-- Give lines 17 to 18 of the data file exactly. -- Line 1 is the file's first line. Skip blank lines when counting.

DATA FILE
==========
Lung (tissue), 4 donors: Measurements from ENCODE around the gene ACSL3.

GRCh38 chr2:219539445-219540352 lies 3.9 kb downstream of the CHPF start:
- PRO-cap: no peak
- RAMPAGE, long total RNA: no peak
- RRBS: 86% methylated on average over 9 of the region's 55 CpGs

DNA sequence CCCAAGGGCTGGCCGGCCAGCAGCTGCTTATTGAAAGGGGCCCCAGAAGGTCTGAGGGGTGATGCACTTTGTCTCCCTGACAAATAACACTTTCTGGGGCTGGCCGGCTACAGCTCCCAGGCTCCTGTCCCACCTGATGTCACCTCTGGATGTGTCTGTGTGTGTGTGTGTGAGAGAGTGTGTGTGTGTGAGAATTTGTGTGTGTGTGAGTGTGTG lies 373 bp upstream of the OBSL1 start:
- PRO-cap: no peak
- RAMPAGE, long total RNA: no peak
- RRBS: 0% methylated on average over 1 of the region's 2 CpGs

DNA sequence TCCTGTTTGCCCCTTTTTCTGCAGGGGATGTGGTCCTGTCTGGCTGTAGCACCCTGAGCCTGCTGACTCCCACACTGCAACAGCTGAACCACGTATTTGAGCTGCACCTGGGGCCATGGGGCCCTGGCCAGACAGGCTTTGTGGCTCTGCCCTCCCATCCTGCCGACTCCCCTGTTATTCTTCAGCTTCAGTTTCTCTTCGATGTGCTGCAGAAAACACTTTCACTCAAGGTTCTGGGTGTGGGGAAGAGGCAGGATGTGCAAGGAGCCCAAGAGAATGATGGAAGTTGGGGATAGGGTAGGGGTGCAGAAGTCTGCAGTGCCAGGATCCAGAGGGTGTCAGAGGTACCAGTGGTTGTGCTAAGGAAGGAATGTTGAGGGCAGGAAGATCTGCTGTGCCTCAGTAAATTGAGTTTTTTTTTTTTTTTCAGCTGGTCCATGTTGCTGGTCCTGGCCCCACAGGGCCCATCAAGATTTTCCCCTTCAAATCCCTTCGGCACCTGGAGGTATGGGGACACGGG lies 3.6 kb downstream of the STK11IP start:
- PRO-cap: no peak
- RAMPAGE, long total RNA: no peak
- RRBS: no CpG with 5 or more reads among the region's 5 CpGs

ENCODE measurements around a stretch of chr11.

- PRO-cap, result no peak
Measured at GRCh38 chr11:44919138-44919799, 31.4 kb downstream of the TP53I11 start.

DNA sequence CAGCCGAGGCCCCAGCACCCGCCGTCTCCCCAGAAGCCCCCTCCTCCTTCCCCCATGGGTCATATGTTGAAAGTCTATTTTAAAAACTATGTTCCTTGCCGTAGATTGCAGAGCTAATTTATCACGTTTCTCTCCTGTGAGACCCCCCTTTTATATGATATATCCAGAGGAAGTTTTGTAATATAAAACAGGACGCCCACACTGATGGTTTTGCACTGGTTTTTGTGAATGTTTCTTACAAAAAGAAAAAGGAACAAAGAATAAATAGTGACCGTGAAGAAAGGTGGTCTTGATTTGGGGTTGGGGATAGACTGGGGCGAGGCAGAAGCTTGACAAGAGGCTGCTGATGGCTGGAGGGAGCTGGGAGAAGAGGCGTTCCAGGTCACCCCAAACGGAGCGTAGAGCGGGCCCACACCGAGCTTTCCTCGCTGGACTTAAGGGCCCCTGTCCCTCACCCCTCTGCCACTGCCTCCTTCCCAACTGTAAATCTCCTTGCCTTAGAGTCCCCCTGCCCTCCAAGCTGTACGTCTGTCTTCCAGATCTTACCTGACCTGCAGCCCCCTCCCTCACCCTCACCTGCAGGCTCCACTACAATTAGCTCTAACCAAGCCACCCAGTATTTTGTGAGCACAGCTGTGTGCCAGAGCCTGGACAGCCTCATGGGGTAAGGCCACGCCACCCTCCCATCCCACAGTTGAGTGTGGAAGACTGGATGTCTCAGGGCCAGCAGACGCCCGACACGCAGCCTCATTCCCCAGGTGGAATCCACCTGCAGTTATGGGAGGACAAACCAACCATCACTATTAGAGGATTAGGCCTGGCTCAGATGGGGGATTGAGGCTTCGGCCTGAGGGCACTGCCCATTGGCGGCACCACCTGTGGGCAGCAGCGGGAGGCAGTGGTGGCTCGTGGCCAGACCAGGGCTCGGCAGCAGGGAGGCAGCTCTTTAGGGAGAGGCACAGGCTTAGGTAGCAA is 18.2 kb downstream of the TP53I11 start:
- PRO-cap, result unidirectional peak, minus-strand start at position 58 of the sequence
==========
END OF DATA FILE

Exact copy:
DNA sequence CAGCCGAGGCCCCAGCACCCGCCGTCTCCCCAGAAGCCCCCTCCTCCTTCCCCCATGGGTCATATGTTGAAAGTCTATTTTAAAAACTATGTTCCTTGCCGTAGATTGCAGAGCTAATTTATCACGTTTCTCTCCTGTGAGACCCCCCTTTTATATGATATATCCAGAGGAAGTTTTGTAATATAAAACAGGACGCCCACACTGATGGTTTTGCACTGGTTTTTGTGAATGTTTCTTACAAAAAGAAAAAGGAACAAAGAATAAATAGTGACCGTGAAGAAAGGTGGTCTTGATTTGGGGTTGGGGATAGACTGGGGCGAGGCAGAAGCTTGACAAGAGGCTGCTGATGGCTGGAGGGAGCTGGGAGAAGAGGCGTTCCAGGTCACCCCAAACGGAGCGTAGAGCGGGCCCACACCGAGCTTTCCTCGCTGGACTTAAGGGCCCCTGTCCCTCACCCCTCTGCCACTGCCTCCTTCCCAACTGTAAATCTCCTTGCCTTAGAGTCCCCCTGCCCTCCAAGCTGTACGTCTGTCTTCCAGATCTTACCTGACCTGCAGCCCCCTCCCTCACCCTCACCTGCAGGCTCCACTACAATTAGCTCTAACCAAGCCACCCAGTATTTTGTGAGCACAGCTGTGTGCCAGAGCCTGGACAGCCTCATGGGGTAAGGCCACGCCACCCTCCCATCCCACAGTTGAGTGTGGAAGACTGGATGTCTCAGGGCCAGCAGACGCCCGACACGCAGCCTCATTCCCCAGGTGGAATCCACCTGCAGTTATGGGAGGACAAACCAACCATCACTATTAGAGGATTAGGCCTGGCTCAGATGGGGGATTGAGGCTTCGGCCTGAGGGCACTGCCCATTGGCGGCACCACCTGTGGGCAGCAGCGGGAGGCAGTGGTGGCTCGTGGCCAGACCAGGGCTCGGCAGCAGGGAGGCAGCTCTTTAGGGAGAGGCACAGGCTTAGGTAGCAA is 18.2 kb downstream of the TP53I11 start:
- PRO-cap, result unidirectional peak, minus-strand start at position 58 of the sequence